Yes, you read that right. As far back as 1994 GM was toying with the idea of building a V-10. Mopar and Ford had one, so it should come as no surprise that GM would be interested in doing an engineering study on it. Instead of spending money to continually upgrade the big-block V-8 and make it comply with emissions, a V-10 based on the same platform had many advantages.
From a performance perspective, a 10-cylinder also has advantages, thanks to an increase in piston area (at the same displacement), that could help push the platform to new heights. Had it come to fruition, there would have been an iron truck block and an aluminum Corvette version. The proposed GM V-10 was essentially a Generation III LS engine with two extra cylinders, a 90-degree block with uneven firing cylinders like the Mopar V-10.
According to a GM HighTech Performance story by David Vizard, GM spent $310,000 on prototype tooling for two iron blocks that were ordered
and “still floating around the bowels of Powertrain Advanced Engineering in Pontiac, MI.” With so many changes over the years, including the newly opened Global Powertrain Engineering Center built at the same location, some of these old relics have a tendency to walk out the door. This brings us to today. The folks at VC Fabrication in Kansas City, Kansas, have one of these engines in their possession, and it was recently rebuilt with new pistons. Check out this video of the crank being balanced.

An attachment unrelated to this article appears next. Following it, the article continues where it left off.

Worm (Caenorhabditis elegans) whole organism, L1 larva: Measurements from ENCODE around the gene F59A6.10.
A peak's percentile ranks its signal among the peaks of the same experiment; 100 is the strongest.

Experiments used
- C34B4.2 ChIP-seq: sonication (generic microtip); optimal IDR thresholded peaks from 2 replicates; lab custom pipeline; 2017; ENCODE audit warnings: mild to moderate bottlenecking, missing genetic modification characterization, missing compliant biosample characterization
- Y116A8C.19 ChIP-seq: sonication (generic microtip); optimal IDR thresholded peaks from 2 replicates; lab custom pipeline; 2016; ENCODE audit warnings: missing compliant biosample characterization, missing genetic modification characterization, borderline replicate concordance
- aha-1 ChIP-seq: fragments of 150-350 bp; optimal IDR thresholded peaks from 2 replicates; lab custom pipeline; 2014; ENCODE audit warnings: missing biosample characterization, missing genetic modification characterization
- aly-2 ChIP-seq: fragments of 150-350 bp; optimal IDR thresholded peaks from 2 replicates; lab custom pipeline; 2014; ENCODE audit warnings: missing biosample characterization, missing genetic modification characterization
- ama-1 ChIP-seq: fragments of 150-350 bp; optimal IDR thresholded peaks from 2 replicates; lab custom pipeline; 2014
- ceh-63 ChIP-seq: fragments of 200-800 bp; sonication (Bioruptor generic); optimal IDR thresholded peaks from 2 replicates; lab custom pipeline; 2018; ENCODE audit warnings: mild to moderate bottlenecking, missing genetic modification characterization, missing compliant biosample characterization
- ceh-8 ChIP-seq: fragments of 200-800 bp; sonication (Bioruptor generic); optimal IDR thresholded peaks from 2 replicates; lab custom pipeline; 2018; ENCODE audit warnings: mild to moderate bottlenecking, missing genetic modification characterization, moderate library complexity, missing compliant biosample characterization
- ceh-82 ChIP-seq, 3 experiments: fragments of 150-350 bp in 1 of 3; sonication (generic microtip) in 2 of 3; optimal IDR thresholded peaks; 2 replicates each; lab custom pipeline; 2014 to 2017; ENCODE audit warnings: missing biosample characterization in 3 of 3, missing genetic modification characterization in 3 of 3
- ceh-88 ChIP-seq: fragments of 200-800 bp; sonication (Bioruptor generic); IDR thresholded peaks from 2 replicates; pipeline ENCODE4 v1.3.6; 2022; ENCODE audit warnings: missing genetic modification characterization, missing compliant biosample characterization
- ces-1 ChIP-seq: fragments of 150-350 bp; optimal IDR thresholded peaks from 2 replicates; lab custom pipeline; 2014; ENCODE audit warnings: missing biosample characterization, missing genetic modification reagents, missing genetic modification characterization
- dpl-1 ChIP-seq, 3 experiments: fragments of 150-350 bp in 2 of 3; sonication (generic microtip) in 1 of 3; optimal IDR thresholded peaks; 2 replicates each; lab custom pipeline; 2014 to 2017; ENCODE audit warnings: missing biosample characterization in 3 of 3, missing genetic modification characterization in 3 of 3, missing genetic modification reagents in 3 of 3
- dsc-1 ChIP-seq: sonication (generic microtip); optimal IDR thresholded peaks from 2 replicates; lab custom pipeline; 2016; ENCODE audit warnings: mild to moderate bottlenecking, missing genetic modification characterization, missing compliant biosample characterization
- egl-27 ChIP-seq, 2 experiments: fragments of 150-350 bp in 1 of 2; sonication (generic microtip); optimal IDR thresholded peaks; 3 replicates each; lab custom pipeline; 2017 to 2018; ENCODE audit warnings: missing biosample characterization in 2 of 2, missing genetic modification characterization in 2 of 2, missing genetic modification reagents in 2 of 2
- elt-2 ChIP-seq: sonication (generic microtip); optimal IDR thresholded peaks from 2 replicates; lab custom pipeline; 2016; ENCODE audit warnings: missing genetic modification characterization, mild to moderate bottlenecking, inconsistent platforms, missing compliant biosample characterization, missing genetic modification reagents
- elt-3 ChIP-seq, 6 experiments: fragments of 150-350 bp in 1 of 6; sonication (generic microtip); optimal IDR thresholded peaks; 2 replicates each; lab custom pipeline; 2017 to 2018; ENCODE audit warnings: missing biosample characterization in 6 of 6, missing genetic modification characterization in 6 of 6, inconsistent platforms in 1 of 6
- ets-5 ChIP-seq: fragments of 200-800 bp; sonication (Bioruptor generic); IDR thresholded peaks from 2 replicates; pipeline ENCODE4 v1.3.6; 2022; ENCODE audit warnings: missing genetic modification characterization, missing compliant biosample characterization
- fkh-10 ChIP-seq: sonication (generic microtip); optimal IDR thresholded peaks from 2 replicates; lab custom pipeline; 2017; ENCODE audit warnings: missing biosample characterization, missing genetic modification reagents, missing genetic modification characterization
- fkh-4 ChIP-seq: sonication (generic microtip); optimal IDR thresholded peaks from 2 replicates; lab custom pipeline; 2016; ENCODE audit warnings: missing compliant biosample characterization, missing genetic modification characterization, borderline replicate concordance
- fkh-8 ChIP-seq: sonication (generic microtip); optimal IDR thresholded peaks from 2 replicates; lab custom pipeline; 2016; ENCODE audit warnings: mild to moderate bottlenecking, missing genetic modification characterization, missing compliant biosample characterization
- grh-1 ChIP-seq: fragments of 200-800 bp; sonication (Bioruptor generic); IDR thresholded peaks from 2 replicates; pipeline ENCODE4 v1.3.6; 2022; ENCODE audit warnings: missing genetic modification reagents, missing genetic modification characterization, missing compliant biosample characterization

Lee Masters at VC Fabrication says this engine was in an Escalade before it was tossed in the trash. We can probably assume this powerplant was not one of the original Gen III V-10s, though, because it has DOD — Displacement on Demand, with cylinder deactivation that turns the V-10 into a five-cylinder for better fuel mileage — and variable valve timing like the Gen IV engines, as well as an LS3/L92style rectangular port head. Those advancements did not exist until much later than 1994. The Gen III V-10 supposedly used an LS6 style, cathedral port head.
According to Lee’s research on the date codes, the engine dates to 2004. A 4-inch bore and stroke puts displacement around 502 cu-in, quite a bit larger than the original 455 that was proposed. The crankshaft uses an eight-bolt flange like the LSA to handle the extra torque going to the flexplate. Lee says the camshaft measures 24.88 inches in length, rides on six journal bearings, and has .48-inch lift. The intake manifold and valley cover are also unique to the V-10.
The intake manifold uses twin throttle bodies with no crossover between banks. The oil pan resembles the all-wheel-drive GM truck’s V-8, as does the front accessory drive, which supports the theory that it was previously used in an Escalade to explore its use in the truck market.
VC Fabrication will be dropping this engine in a 1964 Impala two-door hardtop with fabricated valve covers, intake manifold, and headers. The headers may be used to feed a custom twin-turbo system in the future, built in house.
A custom wiring harness and aftermarket EFI will be the final touches to get this beast running with a 4L80E four-speed to handle the power. More updates to come, so stand by.
This story originally appeared in Hot Rod.